June is a WEC hero, serving in Ghana for over 18 years. This is impressive in itself and all the more so when we consider what the journey to Wa, her current place of ministry in northwest Ghana, involves …
WEC: So, what is the journey to Wa like?
June: To travel there by road from Accra, the capital city, takes around 13 hours. Usually, if I’m travelling by myself, I take a flight from Accra to Tamale first, which takes about an hour. Then after one or two nights, I travel by road from Tamale to Wa, which takes four or five hours. We thank God that the road was properly surfaced about two years ago. Before that the drive took up to eight hours with at least three hours on a dirt road whose surface resembled a washboard!
There’s plenty to see on the way. Especially on the Wa and Damongo Roads, we see Fulani herdsman with their splendid white cattle with enormous horns. We usually have to stop at least once to let them cross the road!
WEC: What does your work involve?
June: My specific calling is to be like Philip (Acts 8:26-39) – helping Africans to understand God’s word. I have done this in different ways: Bible studies, preaching, drama, story-telling, lecturing and writing. Now, I am mainly involved in an educational project, using biblical stories and principles to help our students develop good character and life skills.
‘The mutual love I enjoy with the Ghanaian people, and their good humour, food and culture have made serving them a pleasure.’
WEC: In your view, how does helping people in practical ways sit alongside overt evangelism?
June: People need to see and experience Christ’s love in action to convince them that the message we bring through overt evangelism is true. Especially here in Africa, relationships are more important than anything else and these are most often judged on the level of concern and compassion shown to others.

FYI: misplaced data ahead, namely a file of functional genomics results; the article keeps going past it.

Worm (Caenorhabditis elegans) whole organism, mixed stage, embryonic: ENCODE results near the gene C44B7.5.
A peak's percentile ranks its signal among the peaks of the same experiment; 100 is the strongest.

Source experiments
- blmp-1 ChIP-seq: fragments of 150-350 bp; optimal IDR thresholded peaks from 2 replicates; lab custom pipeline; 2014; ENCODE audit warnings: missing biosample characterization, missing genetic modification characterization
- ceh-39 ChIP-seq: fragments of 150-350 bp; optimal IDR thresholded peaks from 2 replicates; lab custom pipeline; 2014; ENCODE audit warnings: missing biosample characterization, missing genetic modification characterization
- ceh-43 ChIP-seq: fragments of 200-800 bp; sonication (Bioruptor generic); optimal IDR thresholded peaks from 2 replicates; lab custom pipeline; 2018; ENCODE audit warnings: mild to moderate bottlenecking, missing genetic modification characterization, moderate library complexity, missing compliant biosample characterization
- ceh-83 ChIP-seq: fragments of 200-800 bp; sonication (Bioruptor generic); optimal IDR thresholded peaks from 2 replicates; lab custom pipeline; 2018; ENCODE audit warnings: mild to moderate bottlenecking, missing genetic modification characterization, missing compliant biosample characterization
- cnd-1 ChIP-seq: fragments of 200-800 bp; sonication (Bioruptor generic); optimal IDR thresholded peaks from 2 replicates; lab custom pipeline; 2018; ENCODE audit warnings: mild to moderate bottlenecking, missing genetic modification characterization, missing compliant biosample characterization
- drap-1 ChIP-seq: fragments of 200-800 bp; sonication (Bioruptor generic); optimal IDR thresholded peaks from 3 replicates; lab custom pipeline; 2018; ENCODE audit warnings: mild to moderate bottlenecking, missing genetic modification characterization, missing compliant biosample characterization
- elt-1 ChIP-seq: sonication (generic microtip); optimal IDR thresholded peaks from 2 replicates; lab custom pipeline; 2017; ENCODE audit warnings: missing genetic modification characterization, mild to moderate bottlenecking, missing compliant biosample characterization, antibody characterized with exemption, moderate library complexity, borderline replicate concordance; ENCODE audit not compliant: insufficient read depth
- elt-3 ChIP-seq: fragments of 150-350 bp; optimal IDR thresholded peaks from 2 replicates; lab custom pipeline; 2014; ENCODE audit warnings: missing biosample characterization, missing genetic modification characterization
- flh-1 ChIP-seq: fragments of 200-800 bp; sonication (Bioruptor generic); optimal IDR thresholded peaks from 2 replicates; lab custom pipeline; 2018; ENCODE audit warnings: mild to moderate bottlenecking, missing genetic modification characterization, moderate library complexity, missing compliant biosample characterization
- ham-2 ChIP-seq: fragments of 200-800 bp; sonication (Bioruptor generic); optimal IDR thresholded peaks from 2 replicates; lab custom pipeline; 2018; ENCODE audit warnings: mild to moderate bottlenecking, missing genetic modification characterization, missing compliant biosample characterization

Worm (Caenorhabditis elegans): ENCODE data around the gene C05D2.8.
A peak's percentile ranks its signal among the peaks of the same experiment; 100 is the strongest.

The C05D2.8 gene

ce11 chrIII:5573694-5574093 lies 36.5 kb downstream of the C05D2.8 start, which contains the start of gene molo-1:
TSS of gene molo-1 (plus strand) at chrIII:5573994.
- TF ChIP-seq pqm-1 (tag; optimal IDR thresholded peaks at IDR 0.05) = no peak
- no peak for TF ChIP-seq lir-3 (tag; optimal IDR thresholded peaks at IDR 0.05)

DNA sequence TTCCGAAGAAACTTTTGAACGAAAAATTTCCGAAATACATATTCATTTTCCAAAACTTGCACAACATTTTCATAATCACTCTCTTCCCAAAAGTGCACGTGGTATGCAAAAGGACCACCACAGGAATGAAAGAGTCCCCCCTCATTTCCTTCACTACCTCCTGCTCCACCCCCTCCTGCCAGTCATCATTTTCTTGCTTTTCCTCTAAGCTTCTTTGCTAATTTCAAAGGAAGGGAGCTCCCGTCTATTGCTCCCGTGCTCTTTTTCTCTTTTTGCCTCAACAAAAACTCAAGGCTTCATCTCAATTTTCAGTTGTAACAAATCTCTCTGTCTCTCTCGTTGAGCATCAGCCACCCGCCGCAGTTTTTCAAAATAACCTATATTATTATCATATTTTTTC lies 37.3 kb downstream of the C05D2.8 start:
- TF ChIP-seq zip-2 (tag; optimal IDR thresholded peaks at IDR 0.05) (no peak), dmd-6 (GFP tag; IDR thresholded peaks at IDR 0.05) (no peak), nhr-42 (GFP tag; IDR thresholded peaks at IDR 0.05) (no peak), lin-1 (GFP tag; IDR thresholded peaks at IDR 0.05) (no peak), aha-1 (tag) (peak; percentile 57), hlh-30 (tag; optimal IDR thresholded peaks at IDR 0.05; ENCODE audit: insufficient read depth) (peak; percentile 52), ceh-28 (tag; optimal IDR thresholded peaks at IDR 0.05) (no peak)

WEC: What prompted you to join WEC?
June: I first learned about WEC through a German friend. She was preparing to join the WEC candidates’ orientation and encouraged me to consider my own calling. We visited Bulstrode (the WEC headquarters back then) and I was greatly challenged by the sayings of CT Studd in a pamphlet I picked up there. God confirmed the call to join WEC three years later, when I was at Bible college.
WEC: You’ve been in Ghana for a very long time. What has kept you going for so long?
June: I have a strong sense of God’s call to serve Him here. Actually, I thank God each day for this great privilege. And maintaining a close walk with Him day-by-day produces a sense of joy and peace that has kept me through the difficult times. Finally, the mutual love I enjoy with the Ghanaian people, and their good humour, food and culture have made serving them and serving alongside them a pleasure.
WEC: You must have seen God at work in some amazing ways. Can you think of a particular example?
June: I was privileged to help one elderly muslim lady who fell into a fire when her room collapsed during a very severe storm. The fingers of the old lady’s left hand were so badly burnt, they needed to be amputated. When I visited her in hospital before the operation, she was very sad and fearful, so we prayed that she would know the presence of Jesus with her and that He would give her peace. We continued to visit her after the operation and when she returned home. I will never forget the smile on her face when we visited one day. I said, “Jesus is our healer” and she immediately replied with great conviction, “I know”. Clearly Jesus had answered our prayer and made himself known to her.